Many and perhaps most would rather not deal with this at all. For some this would mean a complete leveling. Most who think about it at all are in the middle somewhere. Some would want just enough effort to prevent instability and "insulate" the higher levels from problems. In the US, our default policy comes closest to this latter phrase. With efforts in legal, education, social, insurance, health and other areas coming far enough to insulate, but not much more.

 

A true effort to resolve this involves many professions, but we are involved in one particular profession that has a key role to play in society, mobility, etc. As family physicians, we are intimately involved in health and education, perhaps the two key modifiable areas involving social mobility. Access, quality, and cost of young professionals are a key factor and we are a part of picking them for the nation.

 

We are also dependent upon education. My studies in the US note that state education opportunity is a key variable. Choice of Family Medicine: Past, Present, Future  States with better education graduate more family physicians. There are certain states that have little chance of graduating family physicians, particularly from rural and inner city areas. Short and Sweet on Education and Med Ed

 

Although there are FP docs who have advantaged origins (the massive numbers favor this), the percentages choosing FP are much lower from this group. The Asian group is a fascinating group to study directly and indirectly. Asians have more uniformly high status in the US and in Great Britain (Indian, Pakistani, Chinese, Korean). The studies above in BMJ note the higher ratios of admissions of Asians. In the US the Asians group has grown from 400 to 4000 admissions a year. In the US, only 5 - 8% of Asians choosing FP, about half or less the rate of other students. Whites in the US are mostly urban and advantaged, but about 20% are rural and there is a mix of older and instate, which makes the data and status indicators more difficult to study without individual student data on income and education. Such students tend to have lower MCAT scores and are admitted in lower ratios.

 

Good studies in the US in this area do not exist. The best studies that we have in the US involve The Minorities in Medicine studies X - XII by the AAMC.

https://services.aamc.org/Publications/index.cfm?fuseaction=Product.displayForm&prd_id=89&prv_id=87&CFID=158704&CFTOKEN=1b99223-c39af4b0-8bdb-4e2f-9f83-c10a0f04b40b

 

Now the US is planning for expansion of physicians. Currently the US population will increase 63% from 1970 - 2020, schoolteachers will increase by 64%, family physicians by 56%, and total US physicians are already estimated to increase to 270% before this new expansion. When US physicians doubled during 1970 - 1981, the group admitted was entirely urban. The probability of both rural and minority students getting admitted to medical school dropped precipitously. It is likely that massive rapid expansions allow only those of high status to respond. Lower status and education sources take more time. The prospect of rapid expansion without a few years to bolster rural and inner city education is concerning.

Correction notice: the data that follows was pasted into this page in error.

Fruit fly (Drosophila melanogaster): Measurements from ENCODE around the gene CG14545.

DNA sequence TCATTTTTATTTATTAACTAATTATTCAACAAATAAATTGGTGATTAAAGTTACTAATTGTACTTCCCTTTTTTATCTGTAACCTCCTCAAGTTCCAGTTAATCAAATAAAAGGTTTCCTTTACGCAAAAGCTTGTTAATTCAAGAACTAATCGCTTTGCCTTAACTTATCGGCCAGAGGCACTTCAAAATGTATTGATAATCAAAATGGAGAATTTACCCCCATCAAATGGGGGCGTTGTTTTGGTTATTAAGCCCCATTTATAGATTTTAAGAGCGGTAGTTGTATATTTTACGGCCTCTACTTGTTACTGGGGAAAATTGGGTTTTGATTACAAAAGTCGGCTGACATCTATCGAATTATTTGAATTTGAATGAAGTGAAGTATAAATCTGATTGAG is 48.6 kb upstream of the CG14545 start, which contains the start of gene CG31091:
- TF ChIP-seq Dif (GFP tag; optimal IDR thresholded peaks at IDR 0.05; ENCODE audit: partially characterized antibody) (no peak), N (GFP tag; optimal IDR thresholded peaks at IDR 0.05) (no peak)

For US rural workforce predictions see my effort at

Rural Workforce and Health Policy in the United States

 

Points for Discussion:

 

Studies involving status, income, educational background, parent profession and income are key to understanding admission, especially admissions of more who will choose FP.

 

Instate, older, and rural origin admissions are probably markers for lower status, and as such it is not a surprise that such origins predict FP choice at 55 - 300% increases. Sadly instate and rural origin is declining, by 17% and 47%, in the past 25 years. The bright spot of FP admissions, older students, are increasing at a very slow rate. Ratios of admission of older and rural students are much lower than other students.

 

It was easier to see how the MCAT with high correlations to urban, professional family, income has become a symbol of admission and of my concerns regarding admissions. MCAT Correlations

 

Those of us in family medicine work in a group whose very survival depends upon social mobility in this nation. To have more family physicians we depend upon efforts to improve education at the very lowest levels. In my regressions of all other major physician specialties, state education opportunity variables correlated only with family medicine.

 

Admissions of those from any group other than the top social status is likely to improve the graduation of family physicians.

 

There is one other area that is important to consider. How do we address the tendency of those of higher status to dominate leadership positions? Clearly we have leadership that is out of touch with the reality of primary care, family medicine, and underserved communities. Again it is the role of rural medical educators and rural physicians to continue to educate our leaders and drag them out with us on trips and visits.

 

There is also a concern regarding family medicine leadership. Do we fail to educate them, keep them in contact with rural and underserved needs, or allow them to take control when it is obvious that they do not understand and might never? Just because someone appears comfortable with leadership and often pursues it, does not mean that they will be the best leader.